Socialist turn

Published : May 05, 2006 00:00 IST

A HAIL OF confetti on L'Unione (The Union) Centre-Left coalition leader Romano Prodi at the end of the last day of his campaign in Rome. - ALESSANDRA TARANTINO/AP

A HAIL OF confetti on L'Unione (The Union) Centre-Left coalition leader Romano Prodi at the end of the last day of his campaign in Rome. - ALESSANDRA TARANTINO/AP

In bitterly contested elections to the Lower House of Parliament, the Centre-Left coalition wins a slim majority.

THE Centre-Left coalition led by former Prime Minister Romano Prodi just managed to get ahead of the House of Freedom (Casa della Liberta) alliance of Prime Minister Silvio Berlusconi in Italy's most bitterly contested general elections, held on April 9 and 10. In the 630-member Lower House of Parliament, the alliance led by Prodi secured 340 seats against the House of Freedom's 277. A narrow margin of 25,000 votes separated the two blocs. Under Italy's system of proportional representation, this translated into an extra number of seats for the larger parties. The difference was even smaller in the Senate where only 0.1 per cent of the votes separated the two groups. It meant 158 seats for the Centre-Left against 156 for the House of Freedom.

The situation remained confusing in the immediate aftermath of the results. The slender margin provoked calls for a review of the votes won by the ruling coalition. Berlusconi claimed that there had been irregularities in the voting. More than 80,000 ballots were said to be disputed until it was officially announced that around 5,000 ballot papers were being checked. This small number of contested ballots would have little bearing on the result. The final results are provisional until confirmed by the country's highest court, the Court of Cassation.

Further, the configurations of a constitutional timetable imply that the formation of a new government may take some more time. This is because the convocation of the new legislature to elect the new government almost coincides with the expiry of the term of the President of the Republic, Carlo Azeglio Ciampi, in May.

A new President is to be elected by both Houses of Parliament, and the Leader of the House may be required to await an invitation from the new President to form the government.

The elections turned out to be a veritable referendum on giving Berlusconi a second term in office. Some of the data bear out this impression. For one, the voter turnout was above 80 per cent. Besides, Berlusconi's was the only post-War Italian government to have completed its full five-year term in office on the strength of a substantial majority.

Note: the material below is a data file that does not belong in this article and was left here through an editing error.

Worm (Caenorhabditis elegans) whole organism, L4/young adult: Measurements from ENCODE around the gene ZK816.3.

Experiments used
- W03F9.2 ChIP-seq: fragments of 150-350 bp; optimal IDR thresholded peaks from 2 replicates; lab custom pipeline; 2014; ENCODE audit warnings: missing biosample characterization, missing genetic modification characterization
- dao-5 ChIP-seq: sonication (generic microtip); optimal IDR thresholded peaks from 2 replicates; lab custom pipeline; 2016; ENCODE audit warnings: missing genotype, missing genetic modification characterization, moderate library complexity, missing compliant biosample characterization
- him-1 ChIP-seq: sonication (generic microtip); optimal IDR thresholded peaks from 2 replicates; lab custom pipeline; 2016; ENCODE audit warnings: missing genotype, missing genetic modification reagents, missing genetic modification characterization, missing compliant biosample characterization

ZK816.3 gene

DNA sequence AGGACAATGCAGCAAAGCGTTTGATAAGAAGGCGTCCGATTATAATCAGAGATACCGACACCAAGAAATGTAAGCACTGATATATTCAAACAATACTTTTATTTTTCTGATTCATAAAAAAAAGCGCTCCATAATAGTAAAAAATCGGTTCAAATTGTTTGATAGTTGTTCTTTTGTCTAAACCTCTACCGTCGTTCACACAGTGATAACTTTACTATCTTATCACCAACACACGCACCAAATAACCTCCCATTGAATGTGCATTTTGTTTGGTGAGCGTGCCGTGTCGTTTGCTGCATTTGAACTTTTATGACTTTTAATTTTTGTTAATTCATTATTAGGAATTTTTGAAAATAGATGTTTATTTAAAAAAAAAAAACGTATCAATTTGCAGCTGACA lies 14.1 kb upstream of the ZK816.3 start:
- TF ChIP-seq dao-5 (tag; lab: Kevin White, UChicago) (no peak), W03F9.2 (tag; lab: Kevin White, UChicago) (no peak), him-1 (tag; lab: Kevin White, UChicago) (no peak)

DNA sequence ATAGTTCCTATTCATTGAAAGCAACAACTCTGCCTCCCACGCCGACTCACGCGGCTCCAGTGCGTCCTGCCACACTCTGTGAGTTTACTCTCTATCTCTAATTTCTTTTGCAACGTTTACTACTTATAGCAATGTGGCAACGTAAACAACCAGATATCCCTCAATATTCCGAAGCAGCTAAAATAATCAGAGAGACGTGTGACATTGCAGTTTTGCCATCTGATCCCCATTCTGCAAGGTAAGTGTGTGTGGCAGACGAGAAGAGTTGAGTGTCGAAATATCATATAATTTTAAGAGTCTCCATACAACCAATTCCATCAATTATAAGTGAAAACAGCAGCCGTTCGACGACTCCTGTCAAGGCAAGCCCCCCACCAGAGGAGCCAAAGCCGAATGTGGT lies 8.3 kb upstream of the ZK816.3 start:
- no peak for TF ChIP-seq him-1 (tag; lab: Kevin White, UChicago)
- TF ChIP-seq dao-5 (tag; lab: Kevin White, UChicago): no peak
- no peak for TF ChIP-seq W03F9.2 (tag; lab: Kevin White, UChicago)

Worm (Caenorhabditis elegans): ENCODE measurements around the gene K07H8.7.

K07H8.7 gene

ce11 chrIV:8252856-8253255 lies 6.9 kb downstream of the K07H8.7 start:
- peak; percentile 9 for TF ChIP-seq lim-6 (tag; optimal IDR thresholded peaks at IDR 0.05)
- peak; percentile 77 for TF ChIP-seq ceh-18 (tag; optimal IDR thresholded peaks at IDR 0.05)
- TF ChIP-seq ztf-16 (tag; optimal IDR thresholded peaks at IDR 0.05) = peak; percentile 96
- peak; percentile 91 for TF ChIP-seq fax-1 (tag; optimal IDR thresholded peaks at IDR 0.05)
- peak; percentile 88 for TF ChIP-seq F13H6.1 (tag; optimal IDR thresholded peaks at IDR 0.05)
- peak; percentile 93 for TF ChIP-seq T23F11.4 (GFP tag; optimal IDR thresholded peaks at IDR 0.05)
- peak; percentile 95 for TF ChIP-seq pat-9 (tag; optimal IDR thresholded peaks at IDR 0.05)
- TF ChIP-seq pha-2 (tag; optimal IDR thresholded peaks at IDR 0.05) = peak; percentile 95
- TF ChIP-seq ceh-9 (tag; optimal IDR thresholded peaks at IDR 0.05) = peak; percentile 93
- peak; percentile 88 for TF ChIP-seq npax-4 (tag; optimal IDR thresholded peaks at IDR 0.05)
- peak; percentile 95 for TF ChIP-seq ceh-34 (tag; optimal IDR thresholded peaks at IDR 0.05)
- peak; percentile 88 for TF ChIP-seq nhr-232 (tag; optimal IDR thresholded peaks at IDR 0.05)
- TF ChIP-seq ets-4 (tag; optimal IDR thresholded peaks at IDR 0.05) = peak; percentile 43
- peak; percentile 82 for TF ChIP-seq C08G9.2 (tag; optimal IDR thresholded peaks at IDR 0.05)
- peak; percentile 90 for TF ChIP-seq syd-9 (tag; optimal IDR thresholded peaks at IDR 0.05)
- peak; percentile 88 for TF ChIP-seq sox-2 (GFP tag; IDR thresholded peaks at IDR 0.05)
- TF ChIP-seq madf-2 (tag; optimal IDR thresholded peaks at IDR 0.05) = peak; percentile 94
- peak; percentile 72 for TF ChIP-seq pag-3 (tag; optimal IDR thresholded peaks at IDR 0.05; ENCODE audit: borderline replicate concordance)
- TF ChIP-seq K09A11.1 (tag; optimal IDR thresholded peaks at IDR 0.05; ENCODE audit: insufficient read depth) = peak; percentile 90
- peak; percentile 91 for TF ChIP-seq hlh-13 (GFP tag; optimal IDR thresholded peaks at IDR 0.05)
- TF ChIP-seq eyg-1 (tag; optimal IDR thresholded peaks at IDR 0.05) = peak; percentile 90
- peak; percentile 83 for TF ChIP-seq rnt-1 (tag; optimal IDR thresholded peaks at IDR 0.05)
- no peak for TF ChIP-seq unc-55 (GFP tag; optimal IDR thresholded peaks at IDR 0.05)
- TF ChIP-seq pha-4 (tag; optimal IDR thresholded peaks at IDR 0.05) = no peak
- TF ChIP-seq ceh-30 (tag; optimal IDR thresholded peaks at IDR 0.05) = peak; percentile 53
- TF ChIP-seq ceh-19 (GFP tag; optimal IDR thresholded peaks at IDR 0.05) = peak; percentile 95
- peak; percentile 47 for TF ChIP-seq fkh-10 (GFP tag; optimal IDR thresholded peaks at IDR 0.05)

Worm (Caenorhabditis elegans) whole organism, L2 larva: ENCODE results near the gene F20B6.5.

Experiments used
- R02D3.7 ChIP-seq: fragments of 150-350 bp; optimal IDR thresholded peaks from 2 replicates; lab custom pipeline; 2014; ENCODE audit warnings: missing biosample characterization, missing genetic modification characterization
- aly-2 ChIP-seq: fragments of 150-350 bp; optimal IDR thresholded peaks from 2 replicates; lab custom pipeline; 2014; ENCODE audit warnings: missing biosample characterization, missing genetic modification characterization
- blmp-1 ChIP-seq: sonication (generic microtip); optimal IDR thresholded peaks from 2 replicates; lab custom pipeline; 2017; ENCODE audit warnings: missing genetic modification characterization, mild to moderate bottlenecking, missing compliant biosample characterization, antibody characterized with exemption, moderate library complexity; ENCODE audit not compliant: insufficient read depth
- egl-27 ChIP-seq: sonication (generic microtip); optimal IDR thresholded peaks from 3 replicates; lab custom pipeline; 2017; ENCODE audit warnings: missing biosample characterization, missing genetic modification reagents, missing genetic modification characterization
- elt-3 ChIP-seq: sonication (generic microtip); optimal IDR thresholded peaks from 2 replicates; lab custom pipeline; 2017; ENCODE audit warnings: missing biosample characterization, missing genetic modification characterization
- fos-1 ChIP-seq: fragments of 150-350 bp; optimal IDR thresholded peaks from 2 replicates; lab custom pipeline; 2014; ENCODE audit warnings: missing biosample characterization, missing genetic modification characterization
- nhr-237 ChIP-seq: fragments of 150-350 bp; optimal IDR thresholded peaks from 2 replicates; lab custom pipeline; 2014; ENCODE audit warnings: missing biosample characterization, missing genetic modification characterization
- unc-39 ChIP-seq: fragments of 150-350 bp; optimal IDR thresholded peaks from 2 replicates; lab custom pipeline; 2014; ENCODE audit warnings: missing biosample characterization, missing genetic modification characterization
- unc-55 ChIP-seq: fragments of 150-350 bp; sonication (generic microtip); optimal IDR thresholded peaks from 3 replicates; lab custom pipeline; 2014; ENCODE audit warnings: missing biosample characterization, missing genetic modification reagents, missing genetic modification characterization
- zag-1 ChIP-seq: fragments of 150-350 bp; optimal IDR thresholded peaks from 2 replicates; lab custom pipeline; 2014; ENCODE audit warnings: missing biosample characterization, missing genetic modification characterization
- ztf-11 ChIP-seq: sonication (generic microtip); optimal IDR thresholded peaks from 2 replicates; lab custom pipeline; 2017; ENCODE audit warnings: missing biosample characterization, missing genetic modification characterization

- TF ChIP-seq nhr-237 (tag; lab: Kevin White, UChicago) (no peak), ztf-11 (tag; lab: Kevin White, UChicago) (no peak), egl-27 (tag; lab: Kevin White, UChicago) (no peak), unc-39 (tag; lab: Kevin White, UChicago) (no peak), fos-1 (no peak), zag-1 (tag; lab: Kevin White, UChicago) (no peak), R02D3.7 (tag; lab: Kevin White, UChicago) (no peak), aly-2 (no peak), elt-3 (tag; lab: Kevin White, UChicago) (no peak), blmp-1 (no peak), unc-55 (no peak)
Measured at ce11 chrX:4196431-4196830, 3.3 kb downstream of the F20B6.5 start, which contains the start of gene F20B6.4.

It is the balance sheet of these five years that gave the elections and the preceding campaign a sharp edge. The average Italian has felt the pinch of the economic reality in terms of a reduced spending capacity. Last year Italy registered no growth at all, and even went into recession for a period. Its public debt hovers at levels of over a 100 per cent of gross domestic product (GDP). The economic growth registered during the last five years has been 3.2 per cent, which is less than half the eurozone growth rate of 7.1 per cent.

The European situation is also a factor. Italy's weakness seemed attributable more generally to the eurozone given the slow growth of the economies of Germany, France and Italy, which together make up 70 per cent of the European Union's GDP. All three countries face the familiar European problem - excessive labour market rigidity and high public spending and taxes. However, while France and Germany have revived to an extent, the slowness of the Italian growth rate is principally for structural reasons.

The boom of the 1950s and 1960s created an economy dependent on small industries concentrated mainly in the north and specialising in the production of textiles, food, machines and household appliances. Firms that could maintain competitiveness and costs in inflationary periods were its strength. However, both productivity and competitiveness have been on the decline, while exports in traditionally strong areas, such as textiles, leather and consumer durables have suffered from the competition offered by economies such as China and India.

The situation has translated into a high rate of unemployment, particularly among the youth. One solution to the unemployment problem attempted in recent years is short-term employment contracts (precariato), which, however, have come to be regarded as a major problem and become a significant campaign issue. The contracts often offer poorly paid jobs, mostly for a few months and without the benefits that go with regular contracts of employment. As a result, most of the short-term contract holders continue to be in a state of uncertainty.